Saturday, May 4, 2013

The Holy Spirit

The prophet Mormon taught that “the Spirit of Christ is given to every man, that he may know good from evil” (Moro. 7:16)

The influence of the Holy Ghost can be felt by all of Heavenly Father’s children to bless them in moments of need, help them know good from evil, and to lead them to truth.  The Holy Ghost can only remain with those who have been baptized and received the gift of the Holy Ghost. 
A newly baptized member told me what she felt when she received that gift. She was a good woman who had spent her life in service to others. She knew and loved the Lord, and she had felt the manifestations of his Spirit. When she received the added light of the restored gospel, she was baptized and the elders placed their hands upon her head and gave her the gift of the Holy Ghost. She recalled, “I felt the influence of the Holy Ghost settle upon me with greater intensity than I had ever felt before. He was like an old friend who had guided me in the past but now had come to stay.”
The Holy Ghost is a member of the Godhead with Heavenly Father and Jesus Christ.  He personage of spirit which means that, unlike Heavenly Father and Jesus, The Holy Ghost does not have a physical body.  Because of this he can dwell in us and communicate with us in special ways.  The Holy Ghost is often called the still, small voice.  He speaks to us in our mind and in our heart.  We must be reverent and worthy to be able to hear Him. 
The Bible tells us that when the Savior gave his final instructions to his disciples, he promised that he would send them “the Comforter” (John 16:7). Earlier, he had taught them the mission of this comforter, which is otherwise referred to as the Holy Ghost, the Holy Spirit, the Spirit of the Lord, or simply the Spirit. That comforter dwells in us (see John 14:17). He teaches us all things and brings all things to our remembrance (see John 14:26). He guides us into truth and shows us things to come (see John 16:13). He testifies of the Son (see John 15:26; 1 Cor. 12:3).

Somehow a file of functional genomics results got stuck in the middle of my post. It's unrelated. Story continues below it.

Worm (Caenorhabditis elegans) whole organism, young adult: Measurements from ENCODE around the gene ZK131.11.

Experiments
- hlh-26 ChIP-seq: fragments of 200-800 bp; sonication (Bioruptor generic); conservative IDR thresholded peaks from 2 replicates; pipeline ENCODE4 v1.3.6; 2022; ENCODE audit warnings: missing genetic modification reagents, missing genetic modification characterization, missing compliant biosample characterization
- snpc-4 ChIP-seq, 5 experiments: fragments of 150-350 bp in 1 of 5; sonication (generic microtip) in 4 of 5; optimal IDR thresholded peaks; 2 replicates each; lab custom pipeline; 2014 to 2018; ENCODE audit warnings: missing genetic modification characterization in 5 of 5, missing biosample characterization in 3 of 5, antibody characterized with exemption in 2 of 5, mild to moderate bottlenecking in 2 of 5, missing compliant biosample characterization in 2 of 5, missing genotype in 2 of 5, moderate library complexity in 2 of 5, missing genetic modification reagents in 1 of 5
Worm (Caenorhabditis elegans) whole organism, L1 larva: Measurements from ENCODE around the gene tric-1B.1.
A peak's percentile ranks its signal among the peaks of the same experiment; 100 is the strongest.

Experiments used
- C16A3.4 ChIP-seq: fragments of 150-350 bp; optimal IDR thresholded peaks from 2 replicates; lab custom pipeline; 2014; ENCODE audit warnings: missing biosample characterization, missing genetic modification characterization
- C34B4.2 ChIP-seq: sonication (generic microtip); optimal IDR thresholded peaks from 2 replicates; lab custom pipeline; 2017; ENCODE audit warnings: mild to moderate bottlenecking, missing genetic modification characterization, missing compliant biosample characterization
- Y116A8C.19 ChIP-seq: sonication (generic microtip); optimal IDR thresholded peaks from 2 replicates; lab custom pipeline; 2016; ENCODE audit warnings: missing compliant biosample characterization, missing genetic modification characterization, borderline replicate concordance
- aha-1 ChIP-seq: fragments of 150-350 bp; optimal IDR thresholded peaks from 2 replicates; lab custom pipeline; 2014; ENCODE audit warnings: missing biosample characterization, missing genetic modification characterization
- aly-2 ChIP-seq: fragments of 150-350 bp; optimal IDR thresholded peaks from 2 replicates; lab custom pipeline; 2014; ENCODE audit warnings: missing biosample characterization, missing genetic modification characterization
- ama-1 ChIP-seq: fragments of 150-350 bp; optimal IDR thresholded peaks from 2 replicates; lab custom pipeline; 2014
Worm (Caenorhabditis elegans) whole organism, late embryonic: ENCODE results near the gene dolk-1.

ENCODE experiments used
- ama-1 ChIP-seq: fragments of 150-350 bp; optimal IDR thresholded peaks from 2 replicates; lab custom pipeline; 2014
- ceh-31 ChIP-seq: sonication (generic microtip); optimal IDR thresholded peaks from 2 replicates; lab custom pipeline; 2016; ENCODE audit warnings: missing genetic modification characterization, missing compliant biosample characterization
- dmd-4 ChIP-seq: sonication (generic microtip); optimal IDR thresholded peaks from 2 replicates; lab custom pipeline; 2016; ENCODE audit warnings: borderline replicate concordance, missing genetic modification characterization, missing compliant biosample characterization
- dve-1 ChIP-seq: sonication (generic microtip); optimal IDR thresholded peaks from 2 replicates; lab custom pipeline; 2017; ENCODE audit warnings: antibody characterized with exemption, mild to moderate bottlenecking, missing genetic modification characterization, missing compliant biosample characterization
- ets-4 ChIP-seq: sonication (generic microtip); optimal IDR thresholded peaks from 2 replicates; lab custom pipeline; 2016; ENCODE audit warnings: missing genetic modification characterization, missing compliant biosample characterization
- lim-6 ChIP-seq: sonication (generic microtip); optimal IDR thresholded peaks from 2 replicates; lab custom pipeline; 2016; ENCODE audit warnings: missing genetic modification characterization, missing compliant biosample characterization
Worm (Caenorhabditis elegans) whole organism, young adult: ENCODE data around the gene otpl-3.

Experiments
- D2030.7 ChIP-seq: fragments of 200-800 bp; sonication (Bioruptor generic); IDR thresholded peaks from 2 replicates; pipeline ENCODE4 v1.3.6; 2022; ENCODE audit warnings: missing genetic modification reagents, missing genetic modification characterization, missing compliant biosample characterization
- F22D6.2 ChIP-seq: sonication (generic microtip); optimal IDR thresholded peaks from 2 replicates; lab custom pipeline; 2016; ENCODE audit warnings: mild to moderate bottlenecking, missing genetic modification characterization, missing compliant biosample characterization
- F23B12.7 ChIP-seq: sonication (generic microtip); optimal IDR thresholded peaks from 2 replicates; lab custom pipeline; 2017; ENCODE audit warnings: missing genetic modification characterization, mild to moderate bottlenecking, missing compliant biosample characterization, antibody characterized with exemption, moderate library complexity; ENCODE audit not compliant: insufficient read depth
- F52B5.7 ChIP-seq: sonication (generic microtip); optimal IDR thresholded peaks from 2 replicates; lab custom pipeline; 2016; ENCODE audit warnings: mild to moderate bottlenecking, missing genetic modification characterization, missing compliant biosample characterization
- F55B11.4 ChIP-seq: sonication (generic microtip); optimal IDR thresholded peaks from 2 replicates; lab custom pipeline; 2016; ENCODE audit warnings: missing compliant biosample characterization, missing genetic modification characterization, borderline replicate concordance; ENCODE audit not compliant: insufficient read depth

The Bible’s teachings about the Holy Ghost are reaffirmed and elaborated in the Book of Mormon and in modern revelations. The Holy Ghost is the means by which God inspires and reveals his will to his children (e.g., D&C 8:2–3). The Holy Ghost bears record of the Father and of the Son (see 3 Ne. 28:11; D&C 20:27; D&C 42:17). He enlightens our minds and fills us with joy (see D&C 11:13). By the power of the Holy Ghost we may know the truth of all things (see Moro. 10:5). By his power we may have the mysteries of God unfolded to us (see 1 Ne. 10:19). The Holy Ghost shows us what we should do (see 2 Ne. 32:5). We teach the gospel as we are directed by the Holy Ghost, which carries our words into the hearts of those we teach (see 2 Ne. 33:1).
The Scriptures teach that the remission of sins, which is made possible by the Atonement of Jesus Christ, comes “by baptism, and by fire, yea, even the Holy Ghost” (D&C 19:31; see also 2 Ne. 31:17). Thus, the Risen Lord pleaded with the Nephites to repent and come unto him and be baptized “that ye may be sanctified by the reception of the Holy Ghost, that ye may stand spotless before me at the last day” (3 Ne. 27:20).  It is through the cleansing power of the Holy Ghost that we can be made pure.
The blessings available through the gift of the Holy Ghost are conditioned upon worthiness. “The Spirit of the Lord doth not dwell in unholy temples” (Hel. 4:24; see also Mosiah 2:36–37; 1 Cor. 3:16–17). Even though we have a right to his constant companionship, the Spirit of the Lord will dwell only with us when we keep the commandments. He will withdraw when we offend him by profanity, uncleanliness, disobedience, rebellion, or other serious sins.

As members of the church take the sacrament each week, we renew the covenants that we made at baptism, that we will take Christ’s name upon us and always remember Him and keep his commandments.  The Lord has promised us that as we do this, we will always have his spirit with us. 

President Wilford Woodruff called the gift of the Holy Ghost the greatest gift we can receive in mortality (see The Discourses of Wilford Woodruff, ed. G. Homer Durham [1990], 5).

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